Friday, March 25, 2016

Wall Street Journal Article: Hillary Clinton’s Populist Message and Momentum by Adam Green

Adam Green is co-founder of the Progressive Change Campaign Committee. He is on Twitter: @AdamGreen.

Third Way President Jon Cowan wrote in Think Tank recently that Hillary Clinton‘s Super Tuesday wins show that “liberal populism is being routed in the Democratic primaries.”


Actually, Hillary Clinton won the Democratic primary in Ohio and four other states this past Tuesday by riding the economic populist tide, not fighting it. She engaged Bernie Sanders in a battle to own the mantle of economic populist and, by doing so, fundamentally shifted the center of gravity in the Democratic Party.
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Democratic presidential candidate Hillary Clinton at the Palm Beach County Convention Center on March 15 in West Palm Beach, Fla. PHOTO: JOE RAEDLE/GETTY IMAGES

A year ago, it was almost unimaginable that Mrs. Clinton would be campaigning on economic populist ideas such as jailing Wall Street bankers who break the law, breaking up “too big to fail” banks, debt-free education at public colleges and universities, and vowing to expand Social Security.

Mrs. Clinton has gone out of her way to say she is bolder on Wall Street reform than Bernie Sanders. “If there’s one issue in the Democratic presidential primary on which Bernie Sanders’s advantage over Hillary Clinton should be clear-cut, it is Wall Street reform,” Russell Berman wrote in The Atlantic in January. “Yet as the two candidates unveil their policy plans for regulatory reform, it is Clinton who is trying to outflank Sanders by arguing that her proposal is far tougher on the banks whose risky bets actually caused the financial crisis in 2008.”

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Democratic presidential candidate Bernie Sanders at the Phoenix Convention Center on March 15 in Phoenix, Ariz. PHOTO: RALPH FRESO/GETTY IMAGES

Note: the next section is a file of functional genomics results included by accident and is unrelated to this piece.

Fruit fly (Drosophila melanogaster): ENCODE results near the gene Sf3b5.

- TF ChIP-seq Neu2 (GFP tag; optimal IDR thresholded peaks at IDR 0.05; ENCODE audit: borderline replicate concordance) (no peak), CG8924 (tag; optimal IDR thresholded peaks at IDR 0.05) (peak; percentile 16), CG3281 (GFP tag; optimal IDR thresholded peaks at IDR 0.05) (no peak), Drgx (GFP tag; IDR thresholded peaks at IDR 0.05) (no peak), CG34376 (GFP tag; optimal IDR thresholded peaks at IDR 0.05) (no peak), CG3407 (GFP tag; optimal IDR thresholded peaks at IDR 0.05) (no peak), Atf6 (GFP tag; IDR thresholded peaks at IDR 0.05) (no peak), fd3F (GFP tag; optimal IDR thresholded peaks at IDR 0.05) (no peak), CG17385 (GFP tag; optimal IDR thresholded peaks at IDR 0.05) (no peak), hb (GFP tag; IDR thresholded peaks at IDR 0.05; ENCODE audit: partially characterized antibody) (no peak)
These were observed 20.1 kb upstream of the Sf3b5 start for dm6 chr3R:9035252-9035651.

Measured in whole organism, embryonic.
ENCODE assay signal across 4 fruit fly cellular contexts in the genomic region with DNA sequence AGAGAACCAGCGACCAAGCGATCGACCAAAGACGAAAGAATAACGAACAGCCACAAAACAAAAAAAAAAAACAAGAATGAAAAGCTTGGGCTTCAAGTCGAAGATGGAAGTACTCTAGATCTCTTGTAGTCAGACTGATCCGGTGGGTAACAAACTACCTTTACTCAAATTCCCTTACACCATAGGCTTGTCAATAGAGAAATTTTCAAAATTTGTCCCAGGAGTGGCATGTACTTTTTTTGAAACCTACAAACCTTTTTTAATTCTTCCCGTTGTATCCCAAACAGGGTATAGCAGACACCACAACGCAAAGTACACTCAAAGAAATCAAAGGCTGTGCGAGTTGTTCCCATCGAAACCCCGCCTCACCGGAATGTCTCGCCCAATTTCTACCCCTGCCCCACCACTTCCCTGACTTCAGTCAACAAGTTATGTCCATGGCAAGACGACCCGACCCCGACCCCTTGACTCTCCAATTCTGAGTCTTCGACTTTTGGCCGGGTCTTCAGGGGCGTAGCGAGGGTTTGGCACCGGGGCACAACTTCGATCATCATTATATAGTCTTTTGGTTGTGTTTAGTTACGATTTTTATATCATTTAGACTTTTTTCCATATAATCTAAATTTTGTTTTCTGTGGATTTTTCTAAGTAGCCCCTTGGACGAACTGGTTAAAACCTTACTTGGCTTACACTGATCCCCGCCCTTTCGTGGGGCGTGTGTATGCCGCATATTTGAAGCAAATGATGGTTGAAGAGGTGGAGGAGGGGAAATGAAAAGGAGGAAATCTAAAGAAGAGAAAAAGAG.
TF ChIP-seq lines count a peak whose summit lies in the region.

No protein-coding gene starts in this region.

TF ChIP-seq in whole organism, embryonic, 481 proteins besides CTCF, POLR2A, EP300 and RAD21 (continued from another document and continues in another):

Mr. Sanders and others have argued that his Wall Street plan is bolder. Either way, it’s notable that Mrs. Clinton is not holding herself out to voters as the anti-populist: She has momentum because she held herself out as an economic populist.

Voters have made clear they want that message. Public Policy Polling, a Democratic firm, found in the final hours before the Iowa caucuses that 62% of Hillary Clinton supporters said “a candidate’s willingness to challenge corporate power and take strong economic populist positions” was “very important” to their choice for president. Seventy-one percent of Clinton supporters said the same about “a candidate’s commitment to addressing income inequality.” Eighty-four percent of likely caucus-goers and, within that, 87% of Clinton supporters, said “a candidate’s commitment to never cutting Social Security” is very important.

National polling by GBA strategies, a Democratic firm, for the Progressive Change Institute in January 2015 of Republican, independent, and Democratic likely voters found that 70% favor expanding Social Security, 71% support debt-free college, and 71% want the ability to buy health insurance through Medicare instead of private insurance. Among the proposals voters support to pay for these ideas: taxing risky Wall Street speculation, closing corporate tax loopholes, and making the wealthy pay the same rate into Social Security as everyone else.

A populist economic tide is rising across the U.S. Mrs. Clinton’s campaign is working to ride that tide–and by shifting the center of gravity in the Democratic Party, she is helping to position Democrats for success in November.